shill

[ shil ]
/ ʃɪl /
Slang.

noun

a person who poses as a customer in order to decoy others into participating, as at a gambling house, auction, confidence game, etc.
a person who publicizes or praises something or someone for reasons of self-interest, personal profit, or friendship or loyalty.

verb (used without object)

to work as a shill: He shills for a large casino.

verb (used with object)

to advertise or promote (a product) as or in the manner of a huckster; hustle: He was hired to shill a new TV show.

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Origin of shill

First recorded in 1920–25; origin uncertain
Dictionary.com Unabridged Based on the Random House Unabridged Dictionary, © Random House, Inc. 2020

VOCAB BUILDER

What does shill mean?

A shill is a person who praises or promotes something because they secretly have a personal stake in it.

Where does shill come from?

A shill is a hustler or con-person who tries to convince other people to buy something or think something is great (shilling). The shill has ulterior motives for their actions, usually because they are the actual seller or have something to gain if the product sells well.

The word shill has a complicated history, oddly appropriate considering the underhanded meaning of the slang word. Many dictionaries maintain that shill comes from an older word, shillaber, a noun with the same meaning as shill and with an obscure origin. Both shill and shillaber are found in the early 20th-century in carnival (or “carny“) lingo, which isn’t well documented.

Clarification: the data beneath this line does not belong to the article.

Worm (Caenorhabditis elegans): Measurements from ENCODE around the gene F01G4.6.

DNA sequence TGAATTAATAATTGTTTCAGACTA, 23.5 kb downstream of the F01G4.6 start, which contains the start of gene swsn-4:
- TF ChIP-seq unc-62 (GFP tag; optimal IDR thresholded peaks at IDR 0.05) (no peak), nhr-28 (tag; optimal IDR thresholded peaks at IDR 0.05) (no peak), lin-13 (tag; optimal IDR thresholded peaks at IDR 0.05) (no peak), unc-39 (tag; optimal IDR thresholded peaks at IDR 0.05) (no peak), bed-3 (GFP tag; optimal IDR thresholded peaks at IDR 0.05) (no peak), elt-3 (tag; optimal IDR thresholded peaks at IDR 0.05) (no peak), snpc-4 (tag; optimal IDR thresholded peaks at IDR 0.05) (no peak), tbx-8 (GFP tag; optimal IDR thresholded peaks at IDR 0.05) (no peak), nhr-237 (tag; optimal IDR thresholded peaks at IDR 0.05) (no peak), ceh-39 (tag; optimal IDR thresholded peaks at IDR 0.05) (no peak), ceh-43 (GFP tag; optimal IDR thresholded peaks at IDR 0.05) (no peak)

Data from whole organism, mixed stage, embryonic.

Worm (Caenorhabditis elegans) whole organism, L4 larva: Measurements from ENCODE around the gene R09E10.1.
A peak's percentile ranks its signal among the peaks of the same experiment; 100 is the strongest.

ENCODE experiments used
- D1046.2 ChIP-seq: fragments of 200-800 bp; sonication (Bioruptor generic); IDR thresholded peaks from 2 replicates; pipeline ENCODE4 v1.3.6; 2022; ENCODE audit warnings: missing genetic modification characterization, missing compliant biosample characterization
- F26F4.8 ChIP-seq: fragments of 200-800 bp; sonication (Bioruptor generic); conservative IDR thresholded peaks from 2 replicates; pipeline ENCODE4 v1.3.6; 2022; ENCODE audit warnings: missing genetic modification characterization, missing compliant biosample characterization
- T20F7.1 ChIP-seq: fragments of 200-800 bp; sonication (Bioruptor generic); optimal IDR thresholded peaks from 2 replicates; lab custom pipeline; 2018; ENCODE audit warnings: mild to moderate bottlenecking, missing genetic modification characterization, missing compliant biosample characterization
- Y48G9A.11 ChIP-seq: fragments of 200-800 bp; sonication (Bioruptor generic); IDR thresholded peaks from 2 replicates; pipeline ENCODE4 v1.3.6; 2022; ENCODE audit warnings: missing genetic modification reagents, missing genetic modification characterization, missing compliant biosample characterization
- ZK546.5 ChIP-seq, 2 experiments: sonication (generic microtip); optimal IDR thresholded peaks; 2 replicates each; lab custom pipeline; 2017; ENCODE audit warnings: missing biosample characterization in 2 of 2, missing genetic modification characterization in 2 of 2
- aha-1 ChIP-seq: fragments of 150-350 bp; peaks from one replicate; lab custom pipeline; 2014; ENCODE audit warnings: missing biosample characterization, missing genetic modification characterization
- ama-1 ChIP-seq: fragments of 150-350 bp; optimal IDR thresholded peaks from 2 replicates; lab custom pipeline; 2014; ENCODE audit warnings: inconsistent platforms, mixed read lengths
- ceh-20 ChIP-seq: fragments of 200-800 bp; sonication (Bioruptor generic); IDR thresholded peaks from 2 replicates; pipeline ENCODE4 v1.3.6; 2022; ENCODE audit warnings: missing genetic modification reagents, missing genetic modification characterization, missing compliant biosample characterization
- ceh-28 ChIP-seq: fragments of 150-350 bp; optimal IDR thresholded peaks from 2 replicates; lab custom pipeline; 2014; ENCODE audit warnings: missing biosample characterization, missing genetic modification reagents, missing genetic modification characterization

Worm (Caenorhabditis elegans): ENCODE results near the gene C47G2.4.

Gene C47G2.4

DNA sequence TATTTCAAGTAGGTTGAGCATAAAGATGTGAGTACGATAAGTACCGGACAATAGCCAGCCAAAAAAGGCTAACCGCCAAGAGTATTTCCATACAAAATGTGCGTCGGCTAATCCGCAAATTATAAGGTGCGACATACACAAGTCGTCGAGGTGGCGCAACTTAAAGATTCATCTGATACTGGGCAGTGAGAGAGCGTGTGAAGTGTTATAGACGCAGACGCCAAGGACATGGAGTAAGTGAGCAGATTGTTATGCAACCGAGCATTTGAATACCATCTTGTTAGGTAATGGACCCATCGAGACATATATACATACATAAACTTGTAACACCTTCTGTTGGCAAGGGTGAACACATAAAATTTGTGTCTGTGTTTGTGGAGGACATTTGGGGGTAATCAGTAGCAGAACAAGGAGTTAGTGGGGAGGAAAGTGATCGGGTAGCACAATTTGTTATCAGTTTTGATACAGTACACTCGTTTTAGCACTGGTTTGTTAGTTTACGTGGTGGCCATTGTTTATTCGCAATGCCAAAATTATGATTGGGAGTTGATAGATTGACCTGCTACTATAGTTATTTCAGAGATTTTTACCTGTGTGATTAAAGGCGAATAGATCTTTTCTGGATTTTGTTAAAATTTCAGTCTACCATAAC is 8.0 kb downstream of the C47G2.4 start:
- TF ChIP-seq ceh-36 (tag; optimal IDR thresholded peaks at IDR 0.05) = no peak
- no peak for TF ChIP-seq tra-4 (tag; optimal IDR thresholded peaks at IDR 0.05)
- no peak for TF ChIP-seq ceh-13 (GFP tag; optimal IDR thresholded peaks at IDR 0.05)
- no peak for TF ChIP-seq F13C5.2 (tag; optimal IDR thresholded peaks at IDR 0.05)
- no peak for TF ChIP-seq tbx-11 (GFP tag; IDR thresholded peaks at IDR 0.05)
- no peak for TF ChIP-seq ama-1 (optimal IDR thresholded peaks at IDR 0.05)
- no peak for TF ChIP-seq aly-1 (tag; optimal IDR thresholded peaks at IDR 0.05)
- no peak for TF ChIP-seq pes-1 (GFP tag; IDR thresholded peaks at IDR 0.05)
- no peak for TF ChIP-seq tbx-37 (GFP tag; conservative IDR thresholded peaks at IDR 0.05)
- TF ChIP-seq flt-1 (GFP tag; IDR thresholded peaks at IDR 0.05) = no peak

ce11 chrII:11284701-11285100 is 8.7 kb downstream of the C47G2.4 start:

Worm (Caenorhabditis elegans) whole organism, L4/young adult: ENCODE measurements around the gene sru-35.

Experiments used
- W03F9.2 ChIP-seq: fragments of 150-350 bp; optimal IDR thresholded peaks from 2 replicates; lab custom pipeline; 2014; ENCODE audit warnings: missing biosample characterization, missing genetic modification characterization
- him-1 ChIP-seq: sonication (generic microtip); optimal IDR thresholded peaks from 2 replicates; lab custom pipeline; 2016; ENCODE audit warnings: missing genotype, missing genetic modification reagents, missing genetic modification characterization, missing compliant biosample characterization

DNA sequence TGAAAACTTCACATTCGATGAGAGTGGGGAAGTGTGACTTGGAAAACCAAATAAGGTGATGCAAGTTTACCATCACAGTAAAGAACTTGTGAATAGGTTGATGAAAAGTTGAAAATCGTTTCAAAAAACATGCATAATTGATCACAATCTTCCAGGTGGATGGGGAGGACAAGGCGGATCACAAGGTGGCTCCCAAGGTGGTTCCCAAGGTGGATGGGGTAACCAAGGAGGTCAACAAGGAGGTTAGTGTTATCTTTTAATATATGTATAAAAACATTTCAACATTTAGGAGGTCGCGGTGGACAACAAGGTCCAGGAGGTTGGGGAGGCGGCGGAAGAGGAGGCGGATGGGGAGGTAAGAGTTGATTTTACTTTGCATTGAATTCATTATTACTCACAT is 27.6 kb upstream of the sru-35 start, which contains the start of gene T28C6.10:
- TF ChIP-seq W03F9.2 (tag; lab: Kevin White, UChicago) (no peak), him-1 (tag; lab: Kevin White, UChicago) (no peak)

Shill was used as early as 1911, when it appeared in a short story in The Metropolitan to describe planted bidders who submitted fake bids to drive up the price of items in an auction.

Shillaber appears even earlier in a 1908 Los Angeles Herald story in which a man running a rigged carnival game used the word to refer to his assistants who pretended to be customers.

A 1915 article in The Day Book, also about rigged carnival games, directly connects shill with shillaber and says they can be used interchangeably.

How is shill used in real life?

Over 100 years later, shills are as widely disliked as they ever were. Thanks to the ease of posting things anonymously, it is especially easy to shill online.

Elsewhere, shill remains a popular term for hustlers, hucksters, con artists, and liars. As our examples show, shill is both a noun (e.g., a corporate shill) and verb (e.g., his article is just shilling for Big Oil).

More examples of shill:

“Thanks To All Those Shills On Twitter And Facebook, People Don’t Trust Their Friends Anymore”
—Michael Bush, AdAge (headline), February 2010

Note

This content is not meant to be a formal definition of this term. Rather, it is an informal summary that seeks to provide supplemental information and context important to know or keep in mind about the term’s history, meaning, and usage.

Example sentences from the Web for shill

British Dictionary definitions for shill

shill
/ (ʃɪl) /

noun

slang a confidence trickster's assistant, esp a person who poses as an ordinary customer, gambler, etc, in order to entice others to participate

Word Origin for shill

C20: perhaps shortened from shillaber a circus barker, of unknown origin
Collins English Dictionary - Complete & Unabridged 2012 Digital Edition © William Collins Sons & Co. Ltd. 1979, 1986 © HarperCollins Publishers 1998, 2000, 2003, 2005, 2006, 2007, 2009, 2012